|Upper Tweeddale National Scenic Area|
|Location||Scottish Borders, Scotland|
|Area||128 km2 (49 sq mi)|
The Upper Tweeddale National Scenic Area lies in the Borders region of Scotland. It is one of 40 national scenic areas (NSA) in Scotland, which are defined so as to identify areas of exceptional scenery and to ensure their protection from inappropriate development. The designated area covers 12,770 ha (49 square miles) of countryside surrounding the upper reaches of the River Tweed between Broughton and Peebles.
National scenic areas are designated primarily to recognise the scenic qualities of an area, but sometimes also e.g. its culture, history, archaeology, geology or wildlife. Areas with such qualities may be protected via other national and international designations that overlap with the NSA designation. There are two Sites of Special Scientific Interest (SSSI) within the designated area of the Upper Tweeddale NSA.
Although the national scenic area designation provides a degree of additional protection via the planning process, there are no bodies equivalent to a national park authority, and whilst local authorities (in this case Scottish Borders Council) can produce a management strategy for each one, only the three national scenic areas within Dumfries and Galloway currently have management strategies.
Creation of the national scenic area
Following the Second World War, a committee, chaired by Sir Douglas Ramsay, was established to consider preservation of the landscape in Scotland. The report, published in 1945, proposed that five areas (Loch Lomond and the Trossachs, the Cairngorms, Glen Coe-Ben Nevis-Black Mount, Wester Ross and Glen Strathfarrar-Glen Affric-Glen Cannich) should receive a level of protection. Accordingly, the government designated these areas as "national park direction areas", giving powers for planning decisions taken by local authorities to be reviewed by central government. Following a further review of landscape protection in 1978, additional areas, including the area of the current Upper Tweeddale NSA, were identified as worthy of protection due to their landscape qualities. Accordingly, in 1981 the direction areas were replaced by the national scenic area designation, which was based on the 1978 recommendations and thus included this area. The defined area remains as originally mapped in 1978, but was redesignated under new legislation in 2010.
The original 1978 report that led to the area being designated as a national scenic area noted:
The upper course of the River Tweed is contained in a narrow steepsided valley flanked by rounded hills of considerable stature. The general sense of containment created by the narrow valley is given interest and variety by the inter-relationship of woodlands, sometimes shelterbelt, hedgerow or plantation, and both deciduous and coniferous, with farmland which ranges from roughgrazing on the hill, through parkland, pasture and arable to riverside meadows. The valley floor widens at each of the confluences of the Holm, Lyne and Manor Waters to give longer views into these tributary glens and the higher summits at their heads, and then narrows again at Neidpath where the castle guards the defile between Caedmuir and the Meldons. The river itself contributes greatly to the scene, winding through its haughlands with a majesty that assumes a greater magnitude than it really possesses. The dale is ornamented with castles, mansions, kirks and prosperous farmhouses, and the hill marked with the innumerable remains of ancient occupation.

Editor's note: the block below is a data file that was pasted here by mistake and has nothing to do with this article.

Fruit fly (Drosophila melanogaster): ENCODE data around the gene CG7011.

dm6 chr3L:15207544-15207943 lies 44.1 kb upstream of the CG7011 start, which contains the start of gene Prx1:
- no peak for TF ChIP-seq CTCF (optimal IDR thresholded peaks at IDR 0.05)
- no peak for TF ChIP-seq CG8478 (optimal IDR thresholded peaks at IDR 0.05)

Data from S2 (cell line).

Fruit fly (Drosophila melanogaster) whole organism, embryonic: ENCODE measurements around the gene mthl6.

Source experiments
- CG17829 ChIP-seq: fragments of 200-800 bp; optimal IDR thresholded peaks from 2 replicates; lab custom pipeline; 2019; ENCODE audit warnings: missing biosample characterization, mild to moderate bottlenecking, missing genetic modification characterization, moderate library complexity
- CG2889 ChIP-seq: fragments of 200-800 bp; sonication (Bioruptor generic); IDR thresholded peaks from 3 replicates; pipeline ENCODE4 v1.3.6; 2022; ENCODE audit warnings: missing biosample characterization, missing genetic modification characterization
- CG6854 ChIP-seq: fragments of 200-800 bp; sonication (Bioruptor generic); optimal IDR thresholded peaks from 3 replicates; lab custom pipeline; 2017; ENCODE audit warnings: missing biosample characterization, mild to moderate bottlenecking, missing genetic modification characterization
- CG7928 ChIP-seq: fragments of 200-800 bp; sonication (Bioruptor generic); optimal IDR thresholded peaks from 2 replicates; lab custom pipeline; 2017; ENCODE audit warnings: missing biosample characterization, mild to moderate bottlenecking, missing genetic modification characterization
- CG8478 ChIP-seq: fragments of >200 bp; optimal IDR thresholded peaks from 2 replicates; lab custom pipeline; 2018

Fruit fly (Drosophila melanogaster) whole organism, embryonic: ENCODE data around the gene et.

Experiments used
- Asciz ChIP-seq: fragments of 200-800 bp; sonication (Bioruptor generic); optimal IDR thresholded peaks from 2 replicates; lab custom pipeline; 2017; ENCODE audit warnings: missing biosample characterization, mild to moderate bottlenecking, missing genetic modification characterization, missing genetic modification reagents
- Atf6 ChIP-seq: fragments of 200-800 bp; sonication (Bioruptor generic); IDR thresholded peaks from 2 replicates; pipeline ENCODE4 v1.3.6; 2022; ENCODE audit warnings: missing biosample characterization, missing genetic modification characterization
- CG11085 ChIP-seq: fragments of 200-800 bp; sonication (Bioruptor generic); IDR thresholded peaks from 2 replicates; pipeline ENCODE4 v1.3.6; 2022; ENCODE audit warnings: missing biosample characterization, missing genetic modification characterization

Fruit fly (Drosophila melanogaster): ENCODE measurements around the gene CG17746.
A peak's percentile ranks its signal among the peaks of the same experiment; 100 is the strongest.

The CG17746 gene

Historic features of the area include the hill fort at Dreva Craig, Barns Tower, and the castles at Stobo, Neidpath and Tinnis. The John Buchan Way, a 22 km walking route between Broughton and Peebles, passes through the area.
The River Tweed (including tributaries such as the Manor Water and the Holm Water) is designated as a Special Area of Conservation, holding important populations of salmon, brook lamprey, river lamprey, sea lamprey and otter. The river has a very diverse ecology due to the mixed geology of its catchment area, and is also designated as a Site of Special Scientific Interest (SSSI). There is a further SSSI within the boundaries of the NSA, the Tweedsmuir Hills, which form the largest area of mountain plateau in Scotland outwith (i.e. outside) the Highlands, and which hosts nationally important populations of breeding birds, mosses, liverworts and arctic–alpine plants. The grounds surrounding Barns Tower and Stobo Castle, and Dawyck Botanic Garden, are listed in the Inventory of Gardens and Designed Landscapes in Scotland.
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